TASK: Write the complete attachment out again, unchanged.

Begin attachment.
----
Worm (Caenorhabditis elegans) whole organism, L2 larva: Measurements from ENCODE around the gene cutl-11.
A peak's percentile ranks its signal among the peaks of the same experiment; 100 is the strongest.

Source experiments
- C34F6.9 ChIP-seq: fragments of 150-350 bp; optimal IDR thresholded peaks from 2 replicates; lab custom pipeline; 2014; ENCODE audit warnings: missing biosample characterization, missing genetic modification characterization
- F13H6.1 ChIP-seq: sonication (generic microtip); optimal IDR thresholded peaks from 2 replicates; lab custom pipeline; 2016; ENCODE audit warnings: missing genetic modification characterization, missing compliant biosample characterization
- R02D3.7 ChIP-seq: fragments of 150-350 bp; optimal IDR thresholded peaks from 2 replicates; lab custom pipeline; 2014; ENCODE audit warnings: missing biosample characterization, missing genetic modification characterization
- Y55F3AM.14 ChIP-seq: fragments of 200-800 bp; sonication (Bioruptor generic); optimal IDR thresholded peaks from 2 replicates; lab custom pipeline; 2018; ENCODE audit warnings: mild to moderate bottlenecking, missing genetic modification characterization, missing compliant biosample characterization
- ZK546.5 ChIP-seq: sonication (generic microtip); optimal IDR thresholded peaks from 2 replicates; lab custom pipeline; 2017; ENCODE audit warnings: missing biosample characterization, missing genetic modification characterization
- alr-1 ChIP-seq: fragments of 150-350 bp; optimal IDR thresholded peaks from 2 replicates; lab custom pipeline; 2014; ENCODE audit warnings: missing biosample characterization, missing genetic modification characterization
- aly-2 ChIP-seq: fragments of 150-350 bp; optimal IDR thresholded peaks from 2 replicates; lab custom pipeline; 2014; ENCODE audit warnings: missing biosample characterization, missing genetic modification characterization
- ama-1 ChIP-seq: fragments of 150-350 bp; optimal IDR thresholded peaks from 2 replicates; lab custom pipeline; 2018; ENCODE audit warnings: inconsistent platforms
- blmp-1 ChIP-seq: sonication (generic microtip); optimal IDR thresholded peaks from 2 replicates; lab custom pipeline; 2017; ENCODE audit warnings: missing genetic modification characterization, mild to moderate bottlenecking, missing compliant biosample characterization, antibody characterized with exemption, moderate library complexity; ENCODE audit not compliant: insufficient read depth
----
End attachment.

Worm (Caenorhabditis elegans) whole organism, L2 larva: Measurements from ENCODE around the gene cutl-11.
A peak's percentile ranks its signal among the peaks of the same experiment; 100 is the strongest.

Source experiments
- C34F6.9 ChIP-seq: fragments of 150-350 bp; optimal IDR thresholded peaks from 2 replicates; lab custom pipeline; 2014; ENCODE audit warnings: missing biosample characterization, missing genetic modification characterization
- F13H6.1 ChIP-seq: sonication (generic microtip); optimal IDR thresholded peaks from 2 replicates; lab custom pipeline; 2016; ENCODE audit warnings: missing genetic modification characterization, missing compliant biosample characterization
- R02D3.7 ChIP-seq: fragments of 150-350 bp; optimal IDR thresholded peaks from 2 replicates; lab custom pipeline; 2014; ENCODE audit warnings: missing biosample characterization, missing genetic modification characterization
- Y55F3AM.14 ChIP-seq: fragments of 200-800 bp; sonication (Bioruptor generic); optimal IDR thresholded peaks from 2 replicates; lab custom pipeline; 2018; ENCODE audit warnings: mild to moderate bottlenecking, missing genetic modification characterization, missing compliant biosample characterization
- ZK546.5 ChIP-seq: sonication (generic microtip); optimal IDR thresholded peaks from 2 replicates; lab custom pipeline; 2017; ENCODE audit warnings: missing biosample characterization, missing genetic modification characterization
- alr-1 ChIP-seq: fragments of 150-350 bp; optimal IDR thresholded peaks from 2 replicates; lab custom pipeline; 2014; ENCODE audit warnings: missing biosample characterization, missing genetic modification characterization
- aly-2 ChIP-seq: fragments of 150-350 bp; optimal IDR thresholded peaks from 2 replicates; lab custom pipeline; 2014; ENCODE audit warnings: missing biosample characterization, missing genetic modification characterization
- ama-1 ChIP-seq: fragments of 150-350 bp; optimal IDR thresholded peaks from 2 replicates; lab custom pipeline; 2018; ENCODE audit warnings: inconsistent platforms
- blmp-1 ChIP-seq: sonication (generic microtip); optimal IDR thresholded peaks from 2 replicates; lab custom pipeline; 2017; ENCODE audit warnings: missing genetic modification characterization, mild to moderate bottlenecking, missing compliant biosample characterization, antibody characterized with exemption, moderate library complexity; ENCODE audit not compliant: insufficient read depth